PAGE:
• “Goods and services that are more essential to everyday living, and that have fewer substitutes” are inelastic; [3]
      • Lower profits are less likely to result, since prices may be increased to cover a greater share of the BPOL tax without causing an equal or greater magnitude adverse effect on demand for goods and services;
    • Sales revenue of relatively elastic goods and services will fall when prices rise;
      • “Goods and services with many substitutes, or that are not essential [to everyday living], have higher elasticity”; [4]
      • Lower profits are more likely to result, since prices may not be increased due to the adverse impact on demand for goods and services;
  • To the extent that sales revenue of inelastic goods and services is greater than sales revenue of elastic goods and services, net tax revenues will increase;
  • To the extent that sales revenue of inelastic goods and services is less than sales revenue of elastic goods and services, net tax revenues will decrease;
  • Producers of elastic goods and services will suffer the greatest adverse effects, since the market will not readily bear higher prices, with lowered demand reducing sales revenue more than higher prices would have increased it; (Pi x Qi >Pf x Qf, where “P” is price, “Q” is quantity, “i” is initial value, and “f” is final value).
    • Reductions in aggregate demand reduces the growth rate of producers;
    • If the growth rate becomes negative, then producers must shrink;
    • Producers that must shrink will choose from a variety of methods to reduce costs:
      • Substitute lower-cost supplies or labor;
        • This can result in reduced consumer choice or product quality;
      • Reduce labor hours or staffing;
      • Sell non-productive assets
        • Sometimes at a gain;
        • Sometimes at a loss;
      • Delay purchase or lease of new or replacement assets;
    • Those producers that must shrink below their ability to remain viable will close;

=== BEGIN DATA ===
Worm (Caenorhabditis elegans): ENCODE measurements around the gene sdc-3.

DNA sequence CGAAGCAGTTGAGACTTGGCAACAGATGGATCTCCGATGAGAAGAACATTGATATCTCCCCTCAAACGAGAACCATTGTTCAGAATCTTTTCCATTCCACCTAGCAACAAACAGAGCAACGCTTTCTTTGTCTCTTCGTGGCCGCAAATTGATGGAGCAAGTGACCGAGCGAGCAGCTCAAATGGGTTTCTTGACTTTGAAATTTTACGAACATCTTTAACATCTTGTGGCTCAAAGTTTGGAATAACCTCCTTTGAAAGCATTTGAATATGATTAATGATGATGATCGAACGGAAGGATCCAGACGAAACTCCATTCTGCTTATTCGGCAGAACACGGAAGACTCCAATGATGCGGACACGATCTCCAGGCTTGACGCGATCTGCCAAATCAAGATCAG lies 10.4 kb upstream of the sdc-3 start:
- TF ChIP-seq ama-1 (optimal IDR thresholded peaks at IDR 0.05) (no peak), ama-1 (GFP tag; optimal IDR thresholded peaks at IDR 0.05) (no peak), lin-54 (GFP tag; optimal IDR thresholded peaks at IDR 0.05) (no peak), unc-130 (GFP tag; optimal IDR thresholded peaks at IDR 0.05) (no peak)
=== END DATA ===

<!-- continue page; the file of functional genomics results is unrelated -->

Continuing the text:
• This will result in
        • Reduction in consumer choice;
        • Less price instability as a new equilibrium point is reached;
        • Lower employment within a given industry;
    • To the extent that laid-off workers are immediately unable to find re-employment,
      • The government will incur the cost of unemployment benefits;
      • Retail sales tax revenue (and similarly BPOL tax revenue) growth will fall while laid-off workers curtail discretionary spending;
      • Property tax revenue growth will fall while laid-off workers curtail durable goods spending;
      • The risk of foreclosure and eviction will increase for laid-off workers;
        • Foreclosures adversely affect property values, thereby reducing real estate tax revenue growth;
    • If, as in the past, aggregate wages increase at a greater rate than prices, then macroeconomic activity will recover; however, the change in the makeup of producers and consumers and the level of innovation that occurs in the interim makes the specifics of this recovery less predictable. It might or might not result in increased employment or increased business and tax revenue.

The BPOL Tax is willfully ignorant of the business's profitability

  • This is likely due to the difficulty of taxing businesses that do not derive 100% of their revenue (and therefore profits) within the county.
  • For instance, big boxes like Walmart and Target are multi-national companies. How do you tax their profits derived solely from doing business in Spotsylvania County?
  • Revenue is the only measure other than assets that can be allocated accurately to the county level.

Maximum Revenue Taxed Under the BPOL

  • The maximum revenue taxed differs according to the type of business; in Spotsylvania County,
    • $60 billion (in gross purchases) for wholesale merchants
    • $187.5 million for contractors
    • $150 million for direct sellers, itinerant merchants and peddlers, and retail merchants
    • $83.3 million for amusements, business services, developers, miscellaneous, photographers, personal services, rentals, and repair services
    • $51.7 million for financial, real estate, and professionals
  • The rationale behind the differing amounts and the differing rates is not clear, and are subject to manipulation by special interests.
    • In New Mexico, which has a had a statewide BPOL for more than 40 years, there are concerns over special interest carve-outs and “tax pyramiding”, wherein taxes are levied again on goods or services on which taxes were already levied at an earlier stage of production. [5]

[1] For businesses with less than $1 million in gross receipts.

No comments:

Post a Comment

Comments are welcome, but must be courteous and thoughtful. I reserve the right to delete comments that do not possess these characteristics.